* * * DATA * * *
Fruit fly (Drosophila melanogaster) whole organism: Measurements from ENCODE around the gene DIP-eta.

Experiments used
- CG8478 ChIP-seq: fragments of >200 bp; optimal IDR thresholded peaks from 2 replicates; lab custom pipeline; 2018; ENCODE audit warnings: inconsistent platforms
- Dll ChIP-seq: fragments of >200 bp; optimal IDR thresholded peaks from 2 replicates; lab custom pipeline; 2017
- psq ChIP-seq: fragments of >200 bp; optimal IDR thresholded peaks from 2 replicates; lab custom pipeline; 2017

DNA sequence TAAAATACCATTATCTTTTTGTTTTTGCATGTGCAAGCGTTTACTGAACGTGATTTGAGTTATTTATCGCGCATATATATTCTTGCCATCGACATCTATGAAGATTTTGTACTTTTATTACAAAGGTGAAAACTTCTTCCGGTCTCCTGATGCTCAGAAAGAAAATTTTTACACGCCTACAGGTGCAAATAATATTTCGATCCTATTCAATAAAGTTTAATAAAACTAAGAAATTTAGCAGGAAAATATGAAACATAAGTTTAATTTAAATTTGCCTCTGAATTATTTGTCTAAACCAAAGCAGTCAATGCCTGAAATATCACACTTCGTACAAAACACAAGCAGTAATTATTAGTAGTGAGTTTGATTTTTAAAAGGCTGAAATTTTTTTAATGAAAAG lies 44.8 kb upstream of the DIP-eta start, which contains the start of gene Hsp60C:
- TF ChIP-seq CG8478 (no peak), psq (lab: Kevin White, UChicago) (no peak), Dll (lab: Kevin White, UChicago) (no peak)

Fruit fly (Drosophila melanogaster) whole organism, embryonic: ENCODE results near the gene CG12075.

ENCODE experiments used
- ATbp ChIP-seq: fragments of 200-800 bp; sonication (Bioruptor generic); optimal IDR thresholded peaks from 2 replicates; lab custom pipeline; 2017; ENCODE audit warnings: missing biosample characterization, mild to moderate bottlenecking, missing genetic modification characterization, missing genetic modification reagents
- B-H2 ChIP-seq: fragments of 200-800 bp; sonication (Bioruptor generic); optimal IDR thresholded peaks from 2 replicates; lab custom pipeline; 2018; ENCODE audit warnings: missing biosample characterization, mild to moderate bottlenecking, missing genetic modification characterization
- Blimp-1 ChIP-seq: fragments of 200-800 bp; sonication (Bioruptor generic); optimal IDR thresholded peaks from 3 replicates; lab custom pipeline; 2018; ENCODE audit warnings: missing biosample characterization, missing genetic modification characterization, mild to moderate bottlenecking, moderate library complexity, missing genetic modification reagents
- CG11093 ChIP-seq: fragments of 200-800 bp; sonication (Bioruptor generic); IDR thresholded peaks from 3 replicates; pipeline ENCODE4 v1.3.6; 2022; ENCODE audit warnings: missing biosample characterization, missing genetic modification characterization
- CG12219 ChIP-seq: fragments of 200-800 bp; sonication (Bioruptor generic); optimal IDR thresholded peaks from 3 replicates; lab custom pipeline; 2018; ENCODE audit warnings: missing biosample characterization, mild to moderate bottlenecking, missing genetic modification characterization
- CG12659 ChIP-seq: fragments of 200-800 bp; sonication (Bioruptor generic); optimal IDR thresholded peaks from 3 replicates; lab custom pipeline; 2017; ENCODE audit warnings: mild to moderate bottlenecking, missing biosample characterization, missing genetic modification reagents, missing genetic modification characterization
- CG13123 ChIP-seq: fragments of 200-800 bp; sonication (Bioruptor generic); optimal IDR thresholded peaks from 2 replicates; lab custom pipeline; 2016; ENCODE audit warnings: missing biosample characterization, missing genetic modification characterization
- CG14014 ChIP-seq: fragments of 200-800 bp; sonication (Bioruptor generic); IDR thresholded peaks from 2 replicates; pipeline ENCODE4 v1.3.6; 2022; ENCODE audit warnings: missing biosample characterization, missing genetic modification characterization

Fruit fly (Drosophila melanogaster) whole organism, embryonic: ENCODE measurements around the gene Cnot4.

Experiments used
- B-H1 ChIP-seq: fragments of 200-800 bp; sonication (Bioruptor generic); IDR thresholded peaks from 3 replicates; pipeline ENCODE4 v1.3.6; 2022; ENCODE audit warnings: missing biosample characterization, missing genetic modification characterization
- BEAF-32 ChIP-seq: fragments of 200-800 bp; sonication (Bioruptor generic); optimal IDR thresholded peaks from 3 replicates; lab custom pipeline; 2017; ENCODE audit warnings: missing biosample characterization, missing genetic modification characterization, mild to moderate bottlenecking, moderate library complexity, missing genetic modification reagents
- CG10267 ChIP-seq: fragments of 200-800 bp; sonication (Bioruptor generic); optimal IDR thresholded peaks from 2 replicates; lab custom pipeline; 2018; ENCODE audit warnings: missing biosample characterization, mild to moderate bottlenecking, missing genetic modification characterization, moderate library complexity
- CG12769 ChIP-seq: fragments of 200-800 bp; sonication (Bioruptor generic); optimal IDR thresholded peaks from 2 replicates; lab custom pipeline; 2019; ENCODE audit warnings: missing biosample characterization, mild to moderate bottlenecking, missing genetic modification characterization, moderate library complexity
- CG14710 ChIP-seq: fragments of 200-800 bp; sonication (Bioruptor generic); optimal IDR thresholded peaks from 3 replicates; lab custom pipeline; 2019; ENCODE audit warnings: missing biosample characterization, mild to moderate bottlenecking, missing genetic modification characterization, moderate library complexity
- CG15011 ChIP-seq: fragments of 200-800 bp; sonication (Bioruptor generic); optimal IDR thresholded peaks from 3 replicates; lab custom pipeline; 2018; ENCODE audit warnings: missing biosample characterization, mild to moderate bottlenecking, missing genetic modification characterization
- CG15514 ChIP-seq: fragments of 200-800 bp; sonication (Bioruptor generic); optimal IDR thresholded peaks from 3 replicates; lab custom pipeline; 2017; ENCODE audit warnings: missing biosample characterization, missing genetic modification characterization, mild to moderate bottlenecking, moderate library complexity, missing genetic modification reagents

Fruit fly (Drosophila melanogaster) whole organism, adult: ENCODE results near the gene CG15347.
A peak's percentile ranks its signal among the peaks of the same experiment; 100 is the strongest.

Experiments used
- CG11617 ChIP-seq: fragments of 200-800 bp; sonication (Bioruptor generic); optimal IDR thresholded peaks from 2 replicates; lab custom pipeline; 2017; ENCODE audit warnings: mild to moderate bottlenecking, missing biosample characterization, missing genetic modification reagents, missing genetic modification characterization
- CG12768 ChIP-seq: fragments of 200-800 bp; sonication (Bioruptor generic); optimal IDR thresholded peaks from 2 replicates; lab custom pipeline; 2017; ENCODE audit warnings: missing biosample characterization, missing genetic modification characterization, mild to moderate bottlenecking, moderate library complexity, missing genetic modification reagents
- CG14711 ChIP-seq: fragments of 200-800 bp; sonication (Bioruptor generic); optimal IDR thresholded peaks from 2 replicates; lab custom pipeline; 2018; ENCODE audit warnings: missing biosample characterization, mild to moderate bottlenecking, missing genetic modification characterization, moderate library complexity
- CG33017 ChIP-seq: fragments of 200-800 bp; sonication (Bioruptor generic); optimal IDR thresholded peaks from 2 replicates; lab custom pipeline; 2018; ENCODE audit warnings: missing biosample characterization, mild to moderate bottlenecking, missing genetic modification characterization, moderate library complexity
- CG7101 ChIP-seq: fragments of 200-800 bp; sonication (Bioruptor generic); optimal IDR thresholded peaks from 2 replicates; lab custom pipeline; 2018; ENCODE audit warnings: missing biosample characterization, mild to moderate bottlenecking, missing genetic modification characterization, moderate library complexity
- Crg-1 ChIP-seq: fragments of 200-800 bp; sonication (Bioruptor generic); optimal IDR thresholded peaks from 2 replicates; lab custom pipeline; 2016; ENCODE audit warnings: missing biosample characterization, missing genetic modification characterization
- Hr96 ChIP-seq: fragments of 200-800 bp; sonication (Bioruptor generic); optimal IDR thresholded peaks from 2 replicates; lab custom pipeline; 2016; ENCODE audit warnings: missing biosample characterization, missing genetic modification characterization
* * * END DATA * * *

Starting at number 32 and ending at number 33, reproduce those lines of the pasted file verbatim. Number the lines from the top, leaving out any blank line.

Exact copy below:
- CG14711 ChIP-seq: fragments of 200-800 bp; sonication (Bioruptor generic); optimal IDR thresholded peaks from 2 replicates; lab custom pipeline; 2018; ENCODE audit warnings: missing biosample characterization, mild to moderate bottlenecking, missing genetic modification characterization, moderate library complexity
- CG33017 ChIP-seq: fragments of 200-800 bp; sonication (Bioruptor generic); optimal IDR thresholded peaks from 2 replicates; lab custom pipeline; 2018; ENCODE audit warnings: missing biosample characterization, mild to moderate bottlenecking, missing genetic modification characterization, moderate library complexity